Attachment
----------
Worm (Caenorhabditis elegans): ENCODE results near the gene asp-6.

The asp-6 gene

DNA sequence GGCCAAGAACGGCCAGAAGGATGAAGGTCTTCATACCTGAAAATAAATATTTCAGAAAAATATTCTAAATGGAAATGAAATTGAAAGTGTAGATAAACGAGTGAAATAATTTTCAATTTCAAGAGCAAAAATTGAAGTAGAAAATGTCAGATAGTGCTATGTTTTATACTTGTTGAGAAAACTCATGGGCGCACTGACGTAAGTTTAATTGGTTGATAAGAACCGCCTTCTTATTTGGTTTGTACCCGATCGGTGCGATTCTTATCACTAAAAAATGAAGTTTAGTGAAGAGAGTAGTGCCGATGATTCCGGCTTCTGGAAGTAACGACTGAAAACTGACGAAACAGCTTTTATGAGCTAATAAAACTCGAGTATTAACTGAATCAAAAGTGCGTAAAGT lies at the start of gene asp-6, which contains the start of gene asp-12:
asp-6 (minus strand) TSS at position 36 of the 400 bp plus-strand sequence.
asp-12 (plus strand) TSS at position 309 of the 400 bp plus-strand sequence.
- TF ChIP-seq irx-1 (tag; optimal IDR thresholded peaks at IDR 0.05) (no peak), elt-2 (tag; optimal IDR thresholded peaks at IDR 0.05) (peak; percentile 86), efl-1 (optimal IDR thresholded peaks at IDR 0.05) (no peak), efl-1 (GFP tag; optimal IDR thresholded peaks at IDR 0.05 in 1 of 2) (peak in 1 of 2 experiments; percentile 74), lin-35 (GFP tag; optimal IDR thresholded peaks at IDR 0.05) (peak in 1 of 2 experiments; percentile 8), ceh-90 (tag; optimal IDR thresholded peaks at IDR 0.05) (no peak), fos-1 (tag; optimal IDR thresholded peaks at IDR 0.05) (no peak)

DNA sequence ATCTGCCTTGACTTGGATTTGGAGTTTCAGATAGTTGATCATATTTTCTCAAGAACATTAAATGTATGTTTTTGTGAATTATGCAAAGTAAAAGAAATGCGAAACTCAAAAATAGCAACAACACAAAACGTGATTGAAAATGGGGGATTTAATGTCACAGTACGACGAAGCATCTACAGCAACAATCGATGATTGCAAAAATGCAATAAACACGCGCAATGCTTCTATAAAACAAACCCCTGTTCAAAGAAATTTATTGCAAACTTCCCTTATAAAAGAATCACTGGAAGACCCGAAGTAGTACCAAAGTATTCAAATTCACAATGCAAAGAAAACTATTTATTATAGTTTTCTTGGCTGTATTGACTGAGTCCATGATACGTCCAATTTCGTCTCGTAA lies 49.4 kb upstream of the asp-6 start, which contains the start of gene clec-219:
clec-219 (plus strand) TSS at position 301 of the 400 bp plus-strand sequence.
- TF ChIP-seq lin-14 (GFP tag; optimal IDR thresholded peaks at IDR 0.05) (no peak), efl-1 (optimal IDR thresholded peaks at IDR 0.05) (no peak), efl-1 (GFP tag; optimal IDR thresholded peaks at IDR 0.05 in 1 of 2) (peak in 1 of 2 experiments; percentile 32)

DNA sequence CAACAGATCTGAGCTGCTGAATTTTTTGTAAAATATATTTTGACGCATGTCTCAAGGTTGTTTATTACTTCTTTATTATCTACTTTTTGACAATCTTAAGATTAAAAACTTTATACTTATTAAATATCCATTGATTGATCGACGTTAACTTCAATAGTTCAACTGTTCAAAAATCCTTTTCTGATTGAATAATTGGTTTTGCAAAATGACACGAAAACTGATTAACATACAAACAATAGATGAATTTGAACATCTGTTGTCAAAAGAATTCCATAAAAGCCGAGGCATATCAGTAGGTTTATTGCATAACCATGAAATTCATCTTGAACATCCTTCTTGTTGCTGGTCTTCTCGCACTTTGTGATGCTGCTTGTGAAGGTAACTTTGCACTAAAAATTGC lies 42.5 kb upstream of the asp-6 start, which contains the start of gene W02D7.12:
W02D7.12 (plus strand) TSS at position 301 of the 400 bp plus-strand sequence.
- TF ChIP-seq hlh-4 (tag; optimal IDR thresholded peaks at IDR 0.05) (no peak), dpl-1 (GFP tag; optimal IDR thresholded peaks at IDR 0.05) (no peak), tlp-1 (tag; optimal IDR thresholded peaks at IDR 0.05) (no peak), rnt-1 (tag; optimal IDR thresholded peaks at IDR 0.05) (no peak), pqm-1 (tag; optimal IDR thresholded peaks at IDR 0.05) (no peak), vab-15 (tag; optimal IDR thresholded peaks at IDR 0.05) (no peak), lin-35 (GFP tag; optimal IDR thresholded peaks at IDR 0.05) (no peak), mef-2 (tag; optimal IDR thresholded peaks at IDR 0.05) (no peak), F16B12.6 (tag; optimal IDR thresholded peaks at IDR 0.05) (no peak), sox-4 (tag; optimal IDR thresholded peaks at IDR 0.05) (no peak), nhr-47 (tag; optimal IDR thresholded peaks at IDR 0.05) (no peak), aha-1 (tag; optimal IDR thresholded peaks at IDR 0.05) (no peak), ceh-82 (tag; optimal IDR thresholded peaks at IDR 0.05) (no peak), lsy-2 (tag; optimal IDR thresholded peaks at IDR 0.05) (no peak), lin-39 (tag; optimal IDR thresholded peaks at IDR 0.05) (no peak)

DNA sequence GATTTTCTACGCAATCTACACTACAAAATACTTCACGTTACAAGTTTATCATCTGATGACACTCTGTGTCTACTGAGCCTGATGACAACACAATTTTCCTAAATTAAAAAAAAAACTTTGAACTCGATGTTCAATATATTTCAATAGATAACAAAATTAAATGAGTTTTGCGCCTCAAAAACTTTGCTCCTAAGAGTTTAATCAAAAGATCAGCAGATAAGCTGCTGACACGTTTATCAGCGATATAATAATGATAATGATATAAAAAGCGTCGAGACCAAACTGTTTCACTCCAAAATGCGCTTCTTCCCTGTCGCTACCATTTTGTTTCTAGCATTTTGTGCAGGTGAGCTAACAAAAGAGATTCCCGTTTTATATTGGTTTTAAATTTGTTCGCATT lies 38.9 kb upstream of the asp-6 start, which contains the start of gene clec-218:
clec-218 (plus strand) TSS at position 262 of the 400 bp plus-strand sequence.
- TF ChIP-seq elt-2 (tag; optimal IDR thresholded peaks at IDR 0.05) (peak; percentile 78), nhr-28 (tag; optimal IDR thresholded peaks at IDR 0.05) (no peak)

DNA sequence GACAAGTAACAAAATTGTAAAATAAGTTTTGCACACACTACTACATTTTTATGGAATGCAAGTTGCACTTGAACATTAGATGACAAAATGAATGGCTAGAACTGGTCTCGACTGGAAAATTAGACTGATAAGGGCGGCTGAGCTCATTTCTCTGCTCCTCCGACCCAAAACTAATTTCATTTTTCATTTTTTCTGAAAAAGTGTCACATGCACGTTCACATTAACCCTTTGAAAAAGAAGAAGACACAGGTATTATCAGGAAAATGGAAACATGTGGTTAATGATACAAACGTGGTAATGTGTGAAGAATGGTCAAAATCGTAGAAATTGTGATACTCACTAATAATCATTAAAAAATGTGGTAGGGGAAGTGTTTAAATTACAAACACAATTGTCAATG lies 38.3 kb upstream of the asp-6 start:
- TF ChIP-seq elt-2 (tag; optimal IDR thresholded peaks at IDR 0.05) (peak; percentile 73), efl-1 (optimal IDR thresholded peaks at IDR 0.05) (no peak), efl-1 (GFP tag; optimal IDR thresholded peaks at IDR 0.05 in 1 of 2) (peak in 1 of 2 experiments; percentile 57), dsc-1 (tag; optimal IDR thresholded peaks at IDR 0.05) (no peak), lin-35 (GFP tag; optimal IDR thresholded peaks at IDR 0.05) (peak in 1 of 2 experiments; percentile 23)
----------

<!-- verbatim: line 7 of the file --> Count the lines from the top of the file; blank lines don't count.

DNA sequence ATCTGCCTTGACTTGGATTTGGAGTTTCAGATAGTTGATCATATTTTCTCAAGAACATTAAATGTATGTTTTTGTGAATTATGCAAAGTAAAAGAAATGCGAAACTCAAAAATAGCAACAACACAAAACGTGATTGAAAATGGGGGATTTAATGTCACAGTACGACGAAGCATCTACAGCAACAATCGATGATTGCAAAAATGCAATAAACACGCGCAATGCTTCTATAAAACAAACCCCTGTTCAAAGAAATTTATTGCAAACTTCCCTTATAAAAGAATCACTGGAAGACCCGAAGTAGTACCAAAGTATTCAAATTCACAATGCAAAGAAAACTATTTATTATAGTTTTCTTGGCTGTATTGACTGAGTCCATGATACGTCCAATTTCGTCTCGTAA lies 49.4 kb upstream of the asp-6 start, which contains the start of gene clec-219: